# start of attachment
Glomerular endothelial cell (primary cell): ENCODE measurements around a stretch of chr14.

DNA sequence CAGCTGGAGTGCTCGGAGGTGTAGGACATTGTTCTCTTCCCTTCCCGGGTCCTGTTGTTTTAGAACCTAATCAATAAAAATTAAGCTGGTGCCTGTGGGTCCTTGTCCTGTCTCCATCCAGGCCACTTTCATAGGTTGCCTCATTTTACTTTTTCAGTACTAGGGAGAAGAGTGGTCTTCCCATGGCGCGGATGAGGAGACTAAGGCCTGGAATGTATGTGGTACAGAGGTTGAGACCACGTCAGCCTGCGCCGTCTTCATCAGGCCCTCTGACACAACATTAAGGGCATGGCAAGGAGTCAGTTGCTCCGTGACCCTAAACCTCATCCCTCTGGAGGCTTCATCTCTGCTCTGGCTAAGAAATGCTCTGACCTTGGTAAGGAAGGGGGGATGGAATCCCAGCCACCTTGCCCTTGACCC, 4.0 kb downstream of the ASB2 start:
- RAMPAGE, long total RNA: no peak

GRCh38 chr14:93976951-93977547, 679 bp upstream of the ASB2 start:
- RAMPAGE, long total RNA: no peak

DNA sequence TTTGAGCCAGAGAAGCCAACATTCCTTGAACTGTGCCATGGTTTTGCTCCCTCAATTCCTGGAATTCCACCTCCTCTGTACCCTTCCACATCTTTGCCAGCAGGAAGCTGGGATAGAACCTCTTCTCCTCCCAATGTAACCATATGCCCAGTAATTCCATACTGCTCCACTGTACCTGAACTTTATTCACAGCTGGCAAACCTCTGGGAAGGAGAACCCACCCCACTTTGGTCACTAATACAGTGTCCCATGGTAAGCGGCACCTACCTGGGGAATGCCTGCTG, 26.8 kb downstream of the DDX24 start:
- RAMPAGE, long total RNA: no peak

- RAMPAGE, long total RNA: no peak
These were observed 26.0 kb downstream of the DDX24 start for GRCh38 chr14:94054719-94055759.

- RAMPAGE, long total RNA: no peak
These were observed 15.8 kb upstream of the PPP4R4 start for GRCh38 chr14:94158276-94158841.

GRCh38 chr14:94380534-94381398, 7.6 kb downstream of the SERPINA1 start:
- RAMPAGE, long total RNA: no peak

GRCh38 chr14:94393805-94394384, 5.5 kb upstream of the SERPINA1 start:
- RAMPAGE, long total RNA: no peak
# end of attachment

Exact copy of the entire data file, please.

Glomerular endothelial cell (primary cell): ENCODE measurements around a stretch of chr14.

DNA sequence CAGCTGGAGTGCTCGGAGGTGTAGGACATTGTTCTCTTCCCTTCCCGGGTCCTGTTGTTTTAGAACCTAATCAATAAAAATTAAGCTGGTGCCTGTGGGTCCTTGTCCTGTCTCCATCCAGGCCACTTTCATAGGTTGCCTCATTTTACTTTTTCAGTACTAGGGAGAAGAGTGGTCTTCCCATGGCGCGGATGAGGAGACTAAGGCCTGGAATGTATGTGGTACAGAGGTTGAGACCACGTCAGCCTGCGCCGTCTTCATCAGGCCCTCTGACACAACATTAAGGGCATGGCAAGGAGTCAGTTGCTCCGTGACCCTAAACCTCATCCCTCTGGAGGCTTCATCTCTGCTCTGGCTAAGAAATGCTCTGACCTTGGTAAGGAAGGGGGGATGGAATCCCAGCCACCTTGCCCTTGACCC, 4.0 kb downstream of the ASB2 start:
- RAMPAGE, long total RNA: no peak

GRCh38 chr14:93976951-93977547, 679 bp upstream of the ASB2 start:
- RAMPAGE, long total RNA: no peak

DNA sequence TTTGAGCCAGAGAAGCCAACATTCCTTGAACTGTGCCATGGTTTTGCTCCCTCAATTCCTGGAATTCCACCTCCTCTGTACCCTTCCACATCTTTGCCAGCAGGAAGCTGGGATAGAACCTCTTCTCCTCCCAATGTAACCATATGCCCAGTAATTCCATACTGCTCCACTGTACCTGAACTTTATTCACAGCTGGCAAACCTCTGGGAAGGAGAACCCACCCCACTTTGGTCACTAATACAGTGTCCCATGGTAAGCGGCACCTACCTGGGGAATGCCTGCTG, 26.8 kb downstream of the DDX24 start:
- RAMPAGE, long total RNA: no peak

- RAMPAGE, long total RNA: no peak
These were observed 26.0 kb downstream of the DDX24 start for GRCh38 chr14:94054719-94055759.

- RAMPAGE, long total RNA: no peak
These were observed 15.8 kb upstream of the PPP4R4 start for GRCh38 chr14:94158276-94158841.

GRCh38 chr14:94380534-94381398, 7.6 kb downstream of the SERPINA1 start:
- RAMPAGE, long total RNA: no peak

GRCh38 chr14:94393805-94394384, 5.5 kb upstream of the SERPINA1 start:
- RAMPAGE, long total RNA: no peak